Nurses work on the front lines of patient care, monitoring for changes, updating care regimens, and making diagnoses constantly. Problem-solving is deeply ingrained into the work of any medical professional, especially a nurse. They’re often the first to handle stressful situations that arise with a patient, and responsible for guiding that patient’s family through every step of what is happening to them. Nurses absolutely must be able to think on their feet, and the best way to improve one’s ability to problem solve is to think critically.

Anyone can benefit from the kind of mental exercise that builds critical thinking skills, but here we’ll specifically cover the benefits of critical thinking in nursing. We’ll examine some of the categories the critical thinking process can be divided into and go over some examples of how that skill set can be used in the life of a nurse.

The Role of Critical Thinking in Nursing

First things first: what exactly is critical thinking? We hear the term so often that many of us are probably certain we know what it means, but a group of educators narrowed down an exact definition in 1987. A paper written that year by Michael Scriven and Richard Paul states:

“Critical thinking is the intellectually disciplined process of actively and skillfully conceptualizing, applying, analyzing, synthesizing, and/or evaluating information gathered from, or generated by, observation, experience, reflection, reasoning, or communication, as a guide to belief and action.”

In the nursing world, critical thinking is an intentional, process based on logic and evidence, that leads to better patient outcomes. Minority Nurse magazine described it like this, citing a study from 2010:

“Critical thinking involves interpretation and analysis of the problem, reasoning to find a solution, applying, and finally evaluation of the outcomes.”

A study published in the Journal of Nursing Education in 2000 took this even further, dividing up the process of critical thinking as a nurse into seven essential “cognitive components” of the critical thinking process in nursing, and the 10 mental habits conducive to that process. The study, called A Consensus Statement on Critical Thinking in Nursing, identified the following seven skills as key:

  1. Analyzing
  2. Applying standards
  3. Discriminating
  4. Information-seeking
  5. Logical reasoning
  6. Predicting
  7. Transforming knowledge

The development of one’s mental skills relies on both past experience and the willingness to push the boundaries of accepted knowledge. Required to make a snap decision in the moment, nurses must be able to know what works and what doesn’t when it comes to taking care of their patients while also keeping their minds open to new possibilities. The “crash cart” for patient resuscitation and color-coded IV lines to prevent medication mix-ups are fixtures of the medical world now, but they never would’ve been if their inventors fell victim to the belief that “we’ve always done it this way, so it must be best.”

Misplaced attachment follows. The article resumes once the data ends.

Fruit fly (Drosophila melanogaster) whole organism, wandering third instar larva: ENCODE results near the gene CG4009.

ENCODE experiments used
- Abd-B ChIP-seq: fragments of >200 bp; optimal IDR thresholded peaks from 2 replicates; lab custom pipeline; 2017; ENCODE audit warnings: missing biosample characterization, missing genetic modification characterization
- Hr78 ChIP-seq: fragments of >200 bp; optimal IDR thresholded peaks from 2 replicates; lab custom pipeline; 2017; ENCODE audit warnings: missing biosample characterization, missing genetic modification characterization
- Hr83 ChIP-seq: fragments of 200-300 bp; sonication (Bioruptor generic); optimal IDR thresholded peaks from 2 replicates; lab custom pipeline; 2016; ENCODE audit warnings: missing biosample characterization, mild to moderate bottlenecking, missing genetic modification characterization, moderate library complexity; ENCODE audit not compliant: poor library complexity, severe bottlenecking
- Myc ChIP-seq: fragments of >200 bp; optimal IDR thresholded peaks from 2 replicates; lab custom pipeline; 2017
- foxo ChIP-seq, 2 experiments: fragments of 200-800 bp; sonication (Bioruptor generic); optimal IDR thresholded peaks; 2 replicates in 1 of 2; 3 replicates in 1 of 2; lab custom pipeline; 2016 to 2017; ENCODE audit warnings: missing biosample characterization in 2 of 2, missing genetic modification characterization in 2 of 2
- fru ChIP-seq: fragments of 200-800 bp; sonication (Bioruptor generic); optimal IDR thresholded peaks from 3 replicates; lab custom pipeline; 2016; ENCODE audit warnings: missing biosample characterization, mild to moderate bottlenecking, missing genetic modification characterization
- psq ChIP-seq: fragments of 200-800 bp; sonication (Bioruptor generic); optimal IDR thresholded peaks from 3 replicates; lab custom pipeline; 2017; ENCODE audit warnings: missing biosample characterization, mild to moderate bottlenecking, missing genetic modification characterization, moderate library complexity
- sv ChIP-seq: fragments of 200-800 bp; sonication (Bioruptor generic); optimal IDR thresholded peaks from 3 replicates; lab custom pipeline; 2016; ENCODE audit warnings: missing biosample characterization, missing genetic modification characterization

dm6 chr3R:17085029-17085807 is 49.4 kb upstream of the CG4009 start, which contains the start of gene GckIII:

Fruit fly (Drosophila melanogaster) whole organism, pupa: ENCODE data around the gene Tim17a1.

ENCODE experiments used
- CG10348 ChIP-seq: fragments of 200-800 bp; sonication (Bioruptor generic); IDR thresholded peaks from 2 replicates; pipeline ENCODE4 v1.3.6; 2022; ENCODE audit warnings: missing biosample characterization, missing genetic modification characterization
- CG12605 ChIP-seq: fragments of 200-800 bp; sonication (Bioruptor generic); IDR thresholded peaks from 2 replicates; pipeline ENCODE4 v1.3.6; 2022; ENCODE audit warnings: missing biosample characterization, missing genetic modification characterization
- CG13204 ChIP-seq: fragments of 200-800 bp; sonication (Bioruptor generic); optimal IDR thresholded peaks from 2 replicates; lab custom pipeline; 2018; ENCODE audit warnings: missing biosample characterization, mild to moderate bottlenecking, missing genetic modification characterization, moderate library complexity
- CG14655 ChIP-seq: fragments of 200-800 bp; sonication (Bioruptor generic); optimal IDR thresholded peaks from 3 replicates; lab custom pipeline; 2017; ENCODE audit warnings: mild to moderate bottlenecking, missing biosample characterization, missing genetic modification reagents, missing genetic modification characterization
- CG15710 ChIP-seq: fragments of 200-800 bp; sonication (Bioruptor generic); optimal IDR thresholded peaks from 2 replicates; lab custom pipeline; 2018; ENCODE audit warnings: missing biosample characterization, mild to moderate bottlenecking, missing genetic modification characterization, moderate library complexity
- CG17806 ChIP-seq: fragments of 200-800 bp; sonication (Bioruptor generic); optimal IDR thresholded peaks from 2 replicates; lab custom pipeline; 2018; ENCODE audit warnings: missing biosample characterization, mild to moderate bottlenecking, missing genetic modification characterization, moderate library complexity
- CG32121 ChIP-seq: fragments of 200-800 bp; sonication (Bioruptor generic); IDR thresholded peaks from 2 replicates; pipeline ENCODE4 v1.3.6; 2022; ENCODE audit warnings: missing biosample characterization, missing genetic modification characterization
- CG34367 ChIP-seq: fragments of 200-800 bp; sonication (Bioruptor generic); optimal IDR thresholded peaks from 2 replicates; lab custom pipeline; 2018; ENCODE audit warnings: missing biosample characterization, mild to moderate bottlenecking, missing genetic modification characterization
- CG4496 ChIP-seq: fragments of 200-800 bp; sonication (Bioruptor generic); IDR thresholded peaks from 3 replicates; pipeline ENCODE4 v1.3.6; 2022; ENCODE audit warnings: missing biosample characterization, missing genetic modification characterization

One study found that nurses with more developed critical thinking skills made better decisions in the ER and are more likely to be able to handle the changing nature of their work. They were also better communicators, getting necessary information to the rest of their team efficiently and allowing for better patient care.

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How Critical Thinking Impacts Nursing

Onward Healthcare outlines seven ways that critical thinking can impact the life of a nurse in a blog post, and why they’re important to know. We’ll go through them briefly here, starting with the first.

  1. Patient care. Complying with safety standards, correct interpretation of data, and diagnostic skills all have an impact on the patients that nurses treat, and all can be improved through a good foundation in critical thinking.
  2. Recognizing subtle changes in patient status. Building on the first reason, a nurse can leverage analytic skills and past experience to recognize whether a patient’s complaints are symptoms of deeper trouble.
  3. Promoting the open and efficient exchange of ideas. Nurses must be able to map out their diagnoses and effectively explain them to the RN or doctor on duty.
  4. Ensuring patient safety. Going back to patient care, a nurse should be aware of factors like a patient’s religious affiliation and medication sensitivities when deciding how to treat them.
  5. Solving problems faster. Critical thinking skills help a nurse troubleshoot problems with a greater degree of skill when the tried-and-true methods of care don’t work.
  6. Fostering innovation and improvement. As we said earlier, critical thinking skills can help a nurse think outside the box and see what needs to be done. The world of medicine is evolving day to day and week to week and knowing how to connect the dots others don’t see is vital to taking the next step forward.
  7. Improved decision-making. From the ER to the NICU to assisted living, snap decisions are a part of a nurse’s job. The more practice they have thinking through difficult situations, and the more experience and knowledge they must draw upon, the better decisions they will make.
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